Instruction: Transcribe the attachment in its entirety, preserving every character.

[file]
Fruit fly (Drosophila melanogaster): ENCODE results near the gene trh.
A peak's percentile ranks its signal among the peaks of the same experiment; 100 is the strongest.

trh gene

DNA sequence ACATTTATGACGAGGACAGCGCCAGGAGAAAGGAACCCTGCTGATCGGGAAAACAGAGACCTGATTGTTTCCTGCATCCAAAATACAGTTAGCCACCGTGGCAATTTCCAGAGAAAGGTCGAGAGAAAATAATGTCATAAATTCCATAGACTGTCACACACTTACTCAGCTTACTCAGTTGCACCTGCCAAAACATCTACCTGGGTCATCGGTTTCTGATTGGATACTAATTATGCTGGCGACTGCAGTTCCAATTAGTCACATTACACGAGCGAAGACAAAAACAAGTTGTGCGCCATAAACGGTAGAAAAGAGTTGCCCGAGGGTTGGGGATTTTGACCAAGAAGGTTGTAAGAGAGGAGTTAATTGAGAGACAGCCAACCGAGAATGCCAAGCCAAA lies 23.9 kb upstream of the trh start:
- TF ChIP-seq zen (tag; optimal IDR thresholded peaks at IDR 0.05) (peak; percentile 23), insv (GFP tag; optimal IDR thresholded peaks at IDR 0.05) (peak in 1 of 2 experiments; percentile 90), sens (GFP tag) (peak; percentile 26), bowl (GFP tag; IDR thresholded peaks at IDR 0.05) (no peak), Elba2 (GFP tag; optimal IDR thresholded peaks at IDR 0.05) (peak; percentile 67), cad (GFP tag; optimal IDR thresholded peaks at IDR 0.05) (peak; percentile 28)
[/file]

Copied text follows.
Fruit fly (Drosophila melanogaster): ENCODE results near the gene trh.
A peak's percentile ranks its signal among the peaks of the same experiment; 100 is the strongest.

trh gene

DNA sequence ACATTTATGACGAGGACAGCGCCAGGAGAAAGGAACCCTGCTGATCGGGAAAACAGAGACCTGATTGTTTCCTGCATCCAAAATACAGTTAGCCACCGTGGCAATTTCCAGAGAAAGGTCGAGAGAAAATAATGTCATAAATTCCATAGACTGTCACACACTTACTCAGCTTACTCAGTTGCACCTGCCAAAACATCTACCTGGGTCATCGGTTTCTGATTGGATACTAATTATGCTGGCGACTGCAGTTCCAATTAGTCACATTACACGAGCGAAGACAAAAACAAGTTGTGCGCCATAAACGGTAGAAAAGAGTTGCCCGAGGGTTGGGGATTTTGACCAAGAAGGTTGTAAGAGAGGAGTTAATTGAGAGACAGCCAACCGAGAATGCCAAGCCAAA lies 23.9 kb upstream of the trh start:
- TF ChIP-seq zen (tag; optimal IDR thresholded peaks at IDR 0.05) (peak; percentile 23), insv (GFP tag; optimal IDR thresholded peaks at IDR 0.05) (peak in 1 of 2 experiments; percentile 90), sens (GFP tag) (peak; percentile 26), bowl (GFP tag; IDR thresholded peaks at IDR 0.05) (no peak), Elba2 (GFP tag; optimal IDR thresholded peaks at IDR 0.05) (peak; percentile 67), cad (GFP tag; optimal IDR thresholded peaks at IDR 0.05) (peak; percentile 28)